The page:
The Lit Club: The Memory Police (Jan 2022)

[Image description: Cover of The Memory Police by Yoko Ogawa. A grainy picture of a woman with parts draw over. 
 


Rating: 5/5


Yoko Ogawa’s novel is a dreamlike story of dystopia, set on an untamed island, where for the past 15 years, things have regularly disappeared, not just physically but also from the memory of its inhabitants. These disappearances are enforced by the Memory Police, the absolute authority. Our narrator, like many people around her, is unnamed and is used to forgetting things. Ever since her mother’s death, she spends much of her time letting go of objects surrounding her one by one: “One morning you’ll simply wake up and it will be over, before you’ve even realised … you’ll feel that something has changed from the night before, and you’ll know you have lost something, that something has disappeared from the island.” The islanders themselves simply accept these disappearances, quickly forgetting not just the thing but also the feeling that it gave them.


There are a few exceptions, however: people whose memories persist are harassed and taken away by the Memory Police never to be seen again. When our unnamed narrator learns that her editor, whom we only know as R, is one of those who still remember, she resolves to hide him in a small room of her house. In return for his safety, R tries to restore the memories of the narrator and her friend, by showing them the objects that have already been “disappeared” - an emerald, a ferry ticket, a bottle of perfume - and sharing his own memories of them. But even such a connection can not seem to summon anything more than an occasional melancholy feeling.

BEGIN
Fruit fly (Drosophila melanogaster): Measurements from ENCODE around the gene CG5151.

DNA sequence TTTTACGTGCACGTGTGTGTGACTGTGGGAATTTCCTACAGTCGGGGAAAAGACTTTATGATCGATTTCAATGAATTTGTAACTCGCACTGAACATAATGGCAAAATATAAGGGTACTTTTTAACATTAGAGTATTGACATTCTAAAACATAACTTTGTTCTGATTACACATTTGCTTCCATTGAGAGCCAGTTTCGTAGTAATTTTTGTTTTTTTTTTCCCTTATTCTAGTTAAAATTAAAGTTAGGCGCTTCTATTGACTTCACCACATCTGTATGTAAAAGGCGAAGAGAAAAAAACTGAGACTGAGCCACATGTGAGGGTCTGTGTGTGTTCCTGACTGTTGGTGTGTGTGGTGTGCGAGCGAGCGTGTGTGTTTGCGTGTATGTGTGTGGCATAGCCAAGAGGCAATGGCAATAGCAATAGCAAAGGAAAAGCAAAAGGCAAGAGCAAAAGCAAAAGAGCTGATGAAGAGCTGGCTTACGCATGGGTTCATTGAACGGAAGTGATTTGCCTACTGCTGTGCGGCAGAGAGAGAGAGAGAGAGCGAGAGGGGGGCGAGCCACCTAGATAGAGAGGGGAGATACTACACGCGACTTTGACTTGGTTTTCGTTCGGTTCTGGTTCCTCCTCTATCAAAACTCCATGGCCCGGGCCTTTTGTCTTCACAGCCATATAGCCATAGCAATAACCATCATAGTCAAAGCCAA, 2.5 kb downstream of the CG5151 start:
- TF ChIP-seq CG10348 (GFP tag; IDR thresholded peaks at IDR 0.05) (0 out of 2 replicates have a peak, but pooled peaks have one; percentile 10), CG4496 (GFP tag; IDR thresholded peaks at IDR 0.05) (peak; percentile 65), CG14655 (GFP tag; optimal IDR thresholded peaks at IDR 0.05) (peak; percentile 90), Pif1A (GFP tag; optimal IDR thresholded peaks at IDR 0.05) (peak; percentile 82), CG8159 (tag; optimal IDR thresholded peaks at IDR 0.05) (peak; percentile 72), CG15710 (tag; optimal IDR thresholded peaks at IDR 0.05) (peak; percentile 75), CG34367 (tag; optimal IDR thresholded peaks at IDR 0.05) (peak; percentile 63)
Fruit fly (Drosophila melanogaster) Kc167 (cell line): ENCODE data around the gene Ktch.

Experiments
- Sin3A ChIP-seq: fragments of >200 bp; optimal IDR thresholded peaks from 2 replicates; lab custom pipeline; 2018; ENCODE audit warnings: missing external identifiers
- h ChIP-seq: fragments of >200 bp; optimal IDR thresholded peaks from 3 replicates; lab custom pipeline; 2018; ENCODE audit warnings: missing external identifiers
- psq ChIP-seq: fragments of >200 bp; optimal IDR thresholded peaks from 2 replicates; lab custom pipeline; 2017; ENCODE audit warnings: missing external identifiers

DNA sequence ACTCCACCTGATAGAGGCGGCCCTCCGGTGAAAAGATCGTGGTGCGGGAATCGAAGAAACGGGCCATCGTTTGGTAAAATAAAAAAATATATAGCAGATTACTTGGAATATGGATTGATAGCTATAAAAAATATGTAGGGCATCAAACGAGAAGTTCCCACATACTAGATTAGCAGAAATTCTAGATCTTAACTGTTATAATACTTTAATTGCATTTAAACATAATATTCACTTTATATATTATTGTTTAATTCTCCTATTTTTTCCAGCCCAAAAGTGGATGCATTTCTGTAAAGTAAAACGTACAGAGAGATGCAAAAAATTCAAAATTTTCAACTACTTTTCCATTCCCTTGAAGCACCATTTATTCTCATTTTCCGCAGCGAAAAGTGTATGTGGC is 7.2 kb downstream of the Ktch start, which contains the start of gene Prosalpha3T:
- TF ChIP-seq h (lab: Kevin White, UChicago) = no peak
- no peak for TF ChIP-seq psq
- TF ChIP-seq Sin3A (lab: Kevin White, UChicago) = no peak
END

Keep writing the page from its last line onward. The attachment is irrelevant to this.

Parallel to the main narrative is the narrator’s own novel in progress, which begins as a romance between a female typing student and her teacher, but progresses as another vanishing story. This time the voice itself is lost. While we may feel the pull to interpret it as a political novel, Memory Police also reads as a profound meditation on loss and death. In the disappearances, we see the painful removal of a person from their world. Their memories weaken, friends disappear, objects are lost. Nothing we can do to stop the passing of time, so the questions remain: how can we mourn? Yoko Ogawa shows us that even in loss we retain small victories, like a flash of a happy memory. 


I’ve decided to send this book to Risen exchange specifically because we all are quite ingrained in the political life of our world. We read the news, we suffer the injustices, and we try to help. And sometimes it doesn’t feel like enough. When I read The Memory Police I was reminded about small victories that are harder to cheer for in our world, but they still matter. Helping even one person changes our world for the better. There are always slivers of hope, even in the darkest room of our houses. And sometimes that is enough.


Review by Kseniia.